Tapeworms are large, flat parasitic worms that live in the intestinal tracts of some animals. They are passed to humans who consume foods or water contaminated with tapeworm eggs or larvae.
Six types of tapeworms are known to infect humans, usually identified by their source of infestation: beef, pork, fish, dog, rodent, and dwarf, which is named because it is small.
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Tapeworm infection in people usually results from eating undercooked foods from infected animals. Pigs or cattle, for example, become infected when grazing in pastures or drinking contaminated water. People can also become infected by eating contaminated fish that is raw or undercooked.
The parasites mature in the animal’s intestines to pea-shaped larvae. They spread to the animal's blood and muscles. They are then transmitted to people who eat the contaminated food. This method is more common with beef or fish.
Tapeworms can also be passed by hand-to-mouth contact if you touch a contaminated surface and then touch your mouth. This method is more common with pork.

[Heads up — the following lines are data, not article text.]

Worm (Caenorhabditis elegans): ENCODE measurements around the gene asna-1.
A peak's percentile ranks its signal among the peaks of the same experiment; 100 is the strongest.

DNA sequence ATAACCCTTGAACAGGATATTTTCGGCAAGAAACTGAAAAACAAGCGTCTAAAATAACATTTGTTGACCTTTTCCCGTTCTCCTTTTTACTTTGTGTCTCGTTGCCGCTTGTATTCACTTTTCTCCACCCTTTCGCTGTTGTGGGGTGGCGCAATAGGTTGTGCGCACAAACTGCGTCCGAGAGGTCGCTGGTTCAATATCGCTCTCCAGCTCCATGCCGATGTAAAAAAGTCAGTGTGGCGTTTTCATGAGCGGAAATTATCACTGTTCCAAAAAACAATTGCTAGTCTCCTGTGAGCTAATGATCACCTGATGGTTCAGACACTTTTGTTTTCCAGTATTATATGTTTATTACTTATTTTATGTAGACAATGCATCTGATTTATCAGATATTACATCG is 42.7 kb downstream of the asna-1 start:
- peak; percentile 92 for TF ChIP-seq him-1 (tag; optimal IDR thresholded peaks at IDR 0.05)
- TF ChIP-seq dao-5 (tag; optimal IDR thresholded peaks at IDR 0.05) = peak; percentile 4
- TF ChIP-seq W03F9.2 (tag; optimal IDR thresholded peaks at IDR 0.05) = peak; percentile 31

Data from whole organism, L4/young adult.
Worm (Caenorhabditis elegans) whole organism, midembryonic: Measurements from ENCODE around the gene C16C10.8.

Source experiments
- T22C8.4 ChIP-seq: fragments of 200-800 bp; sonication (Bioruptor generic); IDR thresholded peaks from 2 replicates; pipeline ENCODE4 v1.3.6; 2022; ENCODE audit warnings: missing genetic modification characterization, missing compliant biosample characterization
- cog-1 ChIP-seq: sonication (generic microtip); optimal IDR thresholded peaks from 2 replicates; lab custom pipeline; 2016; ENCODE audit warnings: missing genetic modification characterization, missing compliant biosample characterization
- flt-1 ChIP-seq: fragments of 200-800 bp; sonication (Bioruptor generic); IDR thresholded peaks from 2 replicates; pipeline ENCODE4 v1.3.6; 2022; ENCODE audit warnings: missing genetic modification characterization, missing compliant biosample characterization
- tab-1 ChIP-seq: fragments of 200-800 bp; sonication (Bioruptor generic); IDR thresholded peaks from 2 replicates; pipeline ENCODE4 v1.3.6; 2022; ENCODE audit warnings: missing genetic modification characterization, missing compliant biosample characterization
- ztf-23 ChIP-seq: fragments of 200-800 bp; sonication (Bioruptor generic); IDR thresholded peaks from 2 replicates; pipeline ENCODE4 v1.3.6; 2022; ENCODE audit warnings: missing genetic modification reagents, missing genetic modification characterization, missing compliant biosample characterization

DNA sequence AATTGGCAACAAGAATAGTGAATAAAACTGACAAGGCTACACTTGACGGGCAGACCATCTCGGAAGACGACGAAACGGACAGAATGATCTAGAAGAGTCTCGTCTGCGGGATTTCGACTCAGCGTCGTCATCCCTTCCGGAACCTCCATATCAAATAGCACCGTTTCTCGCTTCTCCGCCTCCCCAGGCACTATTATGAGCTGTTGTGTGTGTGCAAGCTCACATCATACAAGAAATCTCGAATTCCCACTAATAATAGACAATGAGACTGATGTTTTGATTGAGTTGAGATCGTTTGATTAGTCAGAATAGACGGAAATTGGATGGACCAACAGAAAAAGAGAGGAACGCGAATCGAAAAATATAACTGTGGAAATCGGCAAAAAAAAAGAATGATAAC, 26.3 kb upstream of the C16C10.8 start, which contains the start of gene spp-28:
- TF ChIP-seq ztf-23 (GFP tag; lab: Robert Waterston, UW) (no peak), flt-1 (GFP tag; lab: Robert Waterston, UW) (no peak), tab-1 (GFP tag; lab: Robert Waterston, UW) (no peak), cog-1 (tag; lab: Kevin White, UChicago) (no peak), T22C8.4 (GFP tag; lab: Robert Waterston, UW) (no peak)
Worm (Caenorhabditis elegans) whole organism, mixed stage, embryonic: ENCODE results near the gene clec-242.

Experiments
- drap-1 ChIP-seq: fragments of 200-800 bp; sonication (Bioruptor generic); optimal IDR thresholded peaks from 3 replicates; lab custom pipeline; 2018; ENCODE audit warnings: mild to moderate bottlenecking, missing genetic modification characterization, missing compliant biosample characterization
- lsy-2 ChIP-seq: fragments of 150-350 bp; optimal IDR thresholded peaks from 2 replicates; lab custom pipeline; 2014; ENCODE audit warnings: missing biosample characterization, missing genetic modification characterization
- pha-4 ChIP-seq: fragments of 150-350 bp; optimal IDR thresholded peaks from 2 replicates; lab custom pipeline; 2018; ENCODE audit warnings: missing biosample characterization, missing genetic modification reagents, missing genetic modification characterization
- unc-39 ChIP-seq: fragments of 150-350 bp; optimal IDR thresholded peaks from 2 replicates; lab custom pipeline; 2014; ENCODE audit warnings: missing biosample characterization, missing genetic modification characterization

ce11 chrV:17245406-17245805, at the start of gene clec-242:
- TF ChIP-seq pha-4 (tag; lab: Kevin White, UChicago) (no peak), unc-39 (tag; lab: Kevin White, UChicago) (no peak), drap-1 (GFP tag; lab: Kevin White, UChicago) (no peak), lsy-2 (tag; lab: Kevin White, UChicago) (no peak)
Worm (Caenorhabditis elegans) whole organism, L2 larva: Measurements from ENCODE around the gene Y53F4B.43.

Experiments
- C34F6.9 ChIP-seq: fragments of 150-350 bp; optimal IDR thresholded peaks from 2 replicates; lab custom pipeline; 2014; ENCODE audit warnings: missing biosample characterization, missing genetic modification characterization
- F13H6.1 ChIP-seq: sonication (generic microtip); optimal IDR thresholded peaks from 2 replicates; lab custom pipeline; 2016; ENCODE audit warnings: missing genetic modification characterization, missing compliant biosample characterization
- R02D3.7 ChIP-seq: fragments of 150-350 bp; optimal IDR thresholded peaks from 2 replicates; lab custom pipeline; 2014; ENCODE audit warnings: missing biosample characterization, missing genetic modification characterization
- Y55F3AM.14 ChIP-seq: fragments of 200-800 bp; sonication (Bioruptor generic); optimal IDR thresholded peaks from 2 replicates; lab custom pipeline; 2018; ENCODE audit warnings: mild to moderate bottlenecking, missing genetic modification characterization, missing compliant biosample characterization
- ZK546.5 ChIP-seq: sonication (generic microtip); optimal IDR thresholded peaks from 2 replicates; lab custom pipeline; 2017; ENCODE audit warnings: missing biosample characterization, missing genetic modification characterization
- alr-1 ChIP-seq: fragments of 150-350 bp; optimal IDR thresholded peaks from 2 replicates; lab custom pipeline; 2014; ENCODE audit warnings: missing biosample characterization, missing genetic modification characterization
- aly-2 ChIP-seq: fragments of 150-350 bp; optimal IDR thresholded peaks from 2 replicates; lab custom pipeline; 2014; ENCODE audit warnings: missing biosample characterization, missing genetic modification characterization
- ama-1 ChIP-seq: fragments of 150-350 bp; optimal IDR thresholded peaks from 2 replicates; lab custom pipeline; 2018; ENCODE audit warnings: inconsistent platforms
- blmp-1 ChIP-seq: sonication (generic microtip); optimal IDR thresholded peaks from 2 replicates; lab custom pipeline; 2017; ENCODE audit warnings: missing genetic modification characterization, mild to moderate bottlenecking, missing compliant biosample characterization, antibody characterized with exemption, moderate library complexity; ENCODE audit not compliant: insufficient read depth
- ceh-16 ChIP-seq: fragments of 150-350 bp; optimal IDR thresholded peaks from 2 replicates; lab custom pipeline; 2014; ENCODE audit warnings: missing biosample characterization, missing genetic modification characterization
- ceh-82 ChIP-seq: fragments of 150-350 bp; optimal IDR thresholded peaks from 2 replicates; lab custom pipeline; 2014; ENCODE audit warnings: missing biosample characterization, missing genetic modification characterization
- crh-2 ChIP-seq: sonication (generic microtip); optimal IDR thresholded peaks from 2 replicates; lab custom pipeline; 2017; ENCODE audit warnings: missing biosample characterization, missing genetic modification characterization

Last reviewedAugust 2013by Michael Woods, MD
Please be aware that this information is provided to supplement the care provided by your physician. It is neither intended nor implied to be a substitute for professional medical advice. CALL YOUR HEALTHCARE PROVIDER IMMEDIATELY IF YOU THINK YOU MAY HAVE A MEDICAL EMERGENCY. Always seek the advice of your physician or other qualified health provider prior to starting any new treatment or with any questions you may have regarding a medical condition.